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Discussion Starter · #1 ·
My project will be a 12x12 rustic cabin, on the property of our lake house in Michigan. The inspiration comes from the Bushradical video "Simple off grid cabin that anyone can build and afford."


One of the ideas is to modify the design to accommodate a small loft which will have room to sleep 1 person. Main level will also have room for a rustic futon which sleeps 2.

Running water/restroom unnecessary because occupants can go to the main house.

Tire Wheel Plant Tree Car


The slightly cleared area is the anticipated placement of the cabin. This gives a view of the lake. Vehicles can be parked in the back of the property (off-picture, to the right) to increase the view.
 

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Discussion Starter · #3 ·
Toying with the possibility of making the cabin solar powered. Such a system would need to be sized to support a ceiling fan, LED lighting, energy-efficient HD TV/DVD player. Would like to figure out a way to initially power the bunkhouse conventionally, even if with a long heavy-duty extension cord, and to design so that solar could be incorporated later.
 

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If you plan on solar power, you'll need to plan on where you will put your battery bank and inverter system, OR plan on running everything on direct current. Running an extension cord to a permanent fixture is not in the plans as it opposes code. You'll need to plan on permanent power from somewhere, possibly the toilet big house. I can think of nothing more inconvenient than having to get up out of bed in a loft, traipsing down stairs and making it across cold ground to a house a number of yards away just to go to the bathroom, waking everyone up in the meantime.
 

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Discussion Starter · #6 ·
Reading through the International Residential Code, they have a section about tiny homes and subsection about lofts. It says the loft should be no less than five feet wide, which is a bit wider than I'd planned (12x12 total.) In the locale where I'm building this, I don't need a permit or an inspection because it's below a minimum number of square feet. I of course want the structure to be safe, but also don't want the loft to take up nearly half the space. Wondering if stuff like this is approached as a guideline, or a hard-and-fast rule?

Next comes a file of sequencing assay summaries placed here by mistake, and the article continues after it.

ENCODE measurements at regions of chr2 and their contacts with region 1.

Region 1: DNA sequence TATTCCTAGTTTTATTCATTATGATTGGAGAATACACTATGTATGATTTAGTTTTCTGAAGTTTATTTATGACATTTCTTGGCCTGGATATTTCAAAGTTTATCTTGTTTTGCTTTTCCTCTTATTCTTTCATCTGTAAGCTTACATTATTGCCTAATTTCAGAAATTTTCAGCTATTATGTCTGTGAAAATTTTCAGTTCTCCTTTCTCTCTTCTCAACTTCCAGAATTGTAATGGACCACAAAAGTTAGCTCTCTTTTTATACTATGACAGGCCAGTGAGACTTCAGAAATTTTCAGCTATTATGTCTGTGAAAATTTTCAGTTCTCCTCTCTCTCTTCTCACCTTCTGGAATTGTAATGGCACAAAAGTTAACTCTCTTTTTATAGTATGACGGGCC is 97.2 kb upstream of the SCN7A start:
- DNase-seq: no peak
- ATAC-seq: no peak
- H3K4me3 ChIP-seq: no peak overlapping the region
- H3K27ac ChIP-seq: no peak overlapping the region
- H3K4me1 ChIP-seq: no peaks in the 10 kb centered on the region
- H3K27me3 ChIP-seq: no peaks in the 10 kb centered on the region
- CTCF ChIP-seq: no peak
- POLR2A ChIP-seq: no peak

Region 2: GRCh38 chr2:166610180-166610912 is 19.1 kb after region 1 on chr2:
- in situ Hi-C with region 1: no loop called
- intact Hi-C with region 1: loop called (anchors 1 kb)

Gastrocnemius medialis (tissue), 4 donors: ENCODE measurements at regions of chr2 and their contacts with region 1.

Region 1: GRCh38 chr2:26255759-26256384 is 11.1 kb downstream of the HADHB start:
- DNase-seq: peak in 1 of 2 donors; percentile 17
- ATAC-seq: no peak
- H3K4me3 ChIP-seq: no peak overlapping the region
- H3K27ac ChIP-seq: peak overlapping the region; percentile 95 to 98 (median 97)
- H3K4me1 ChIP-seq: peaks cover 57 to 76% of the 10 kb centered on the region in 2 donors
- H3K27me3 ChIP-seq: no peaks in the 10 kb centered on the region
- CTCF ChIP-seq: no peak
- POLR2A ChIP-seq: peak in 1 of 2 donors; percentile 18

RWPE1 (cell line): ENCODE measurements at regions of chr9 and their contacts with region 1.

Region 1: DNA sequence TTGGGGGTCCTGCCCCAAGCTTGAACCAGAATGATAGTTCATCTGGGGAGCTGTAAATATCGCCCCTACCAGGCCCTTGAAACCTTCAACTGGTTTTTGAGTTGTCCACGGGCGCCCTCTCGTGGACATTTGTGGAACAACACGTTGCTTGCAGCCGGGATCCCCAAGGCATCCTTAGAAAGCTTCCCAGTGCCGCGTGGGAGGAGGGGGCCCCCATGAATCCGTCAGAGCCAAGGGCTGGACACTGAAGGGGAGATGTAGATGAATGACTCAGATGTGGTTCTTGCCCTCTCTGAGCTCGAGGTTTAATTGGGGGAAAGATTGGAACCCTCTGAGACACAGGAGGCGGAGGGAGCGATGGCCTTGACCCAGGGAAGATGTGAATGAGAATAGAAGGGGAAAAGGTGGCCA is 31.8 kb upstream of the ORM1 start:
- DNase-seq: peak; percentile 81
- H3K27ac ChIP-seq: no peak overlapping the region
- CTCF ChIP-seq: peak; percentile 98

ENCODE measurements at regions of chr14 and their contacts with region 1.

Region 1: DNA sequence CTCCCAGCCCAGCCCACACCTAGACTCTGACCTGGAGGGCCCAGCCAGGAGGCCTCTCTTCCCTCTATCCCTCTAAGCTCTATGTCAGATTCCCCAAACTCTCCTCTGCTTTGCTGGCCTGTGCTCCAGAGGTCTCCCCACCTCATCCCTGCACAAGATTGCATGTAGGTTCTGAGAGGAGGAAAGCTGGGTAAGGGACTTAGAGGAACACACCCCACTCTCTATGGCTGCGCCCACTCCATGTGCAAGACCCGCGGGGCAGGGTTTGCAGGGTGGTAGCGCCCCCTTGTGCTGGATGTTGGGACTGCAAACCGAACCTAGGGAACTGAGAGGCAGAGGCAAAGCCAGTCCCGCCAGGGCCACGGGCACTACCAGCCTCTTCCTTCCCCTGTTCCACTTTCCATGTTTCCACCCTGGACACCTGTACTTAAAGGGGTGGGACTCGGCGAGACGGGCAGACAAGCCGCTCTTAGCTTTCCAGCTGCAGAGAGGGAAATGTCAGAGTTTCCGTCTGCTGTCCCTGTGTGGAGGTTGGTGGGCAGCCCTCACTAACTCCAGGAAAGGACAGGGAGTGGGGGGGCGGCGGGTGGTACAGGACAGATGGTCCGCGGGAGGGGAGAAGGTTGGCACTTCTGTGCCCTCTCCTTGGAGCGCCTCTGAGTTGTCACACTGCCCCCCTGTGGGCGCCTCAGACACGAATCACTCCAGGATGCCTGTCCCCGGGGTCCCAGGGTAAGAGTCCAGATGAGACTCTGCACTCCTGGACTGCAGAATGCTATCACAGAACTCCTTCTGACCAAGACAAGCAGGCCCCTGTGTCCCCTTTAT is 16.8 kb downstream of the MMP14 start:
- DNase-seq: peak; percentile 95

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Discussion Starter · #10 ·
sounds like a plan.

what is the purpose of the cabin and what times of the year ?
Extra bunk room for visiting family, with a rustic experience. We typically close down the property during the winter months (a final family get-together around the beginning of November and then re-opening in March or April.) But use might increase if we get the fireplace working with a wood insert in the main house.
 

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Discussion Starter · #12 ·
I can think of nothing more inconvenient than having to get up out of bed in a loft, traipsing down stairs and making it across cold ground to a house a number of yards away just to go to the bathroom, waking everyone up in the meantime.
It's rustic!

But a solution:

Also thinking if I want to run power to the tiny cabin, it could follow this walkway as well, and eliminate the need for trenching...
 

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If you're going to the effort of building a 12x12, adding 4 to 8 feet to each dimension won't be much more work, but it'll be a LOT more livable. I share the concern of no bathroom. Even an outhouse would be better than nothing.

A lot can be done with solar. But from the pic it doesn't look like you've got a very sunny location. In the end it'll be a lot easier and cheaper to connect to "normal" AC power. That opens up all kinds of possibilities. Microwave, coffee maker, lights, entertainment, smart plugs, security cameras, WiFi, etc. Don't forget everyone needs charging outlets for their tablets and phones! Put a full solar installation on the main house some day if you really want to get off the grid.
 

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Discussion Starter · #14 ·
If you're going to the effort of building a 12x12, adding 4 to 8 feet to each dimension won't be much more work, but it'll be a LOT more livable. I share the concern of no bathroom. Even an outhouse would be better than nothing.
Actually there is an outhouse, although it's not in use. But the bathroom in the house is only like 60 ft away... really not all that much different from camping, all things considered.

One of the reason for designing at that size is, in our area if it's < 200 sqft, a building permit isn't necessary and we like to avoid all of that nonsense.
 

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... really not all that much different from camping, all things considered.
My point exactly.

One of the reason for designing at that size is, in our area if it's < 200 sqft, a building permit isn't necessary and we like to avoid all of that nonsense.
12x16 works. One extra 4x8 sheet on each wall and the floor. Personally, I'd go for it.
 

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Discussion Starter · #16 ·
12x16 works. One extra 4x8 sheet on each wall and the floor. Personally, I'd go for it.
A possibility I've toyed with, but I need to get back on-site and measure some more to see if it's feasible. Property line in the picture I posted is off to the left, and there are minimums for how far a structure needs to be from that, which we're already pretty close to. Expanding it from front to back isn't feasible because there's going to be a shed.
 
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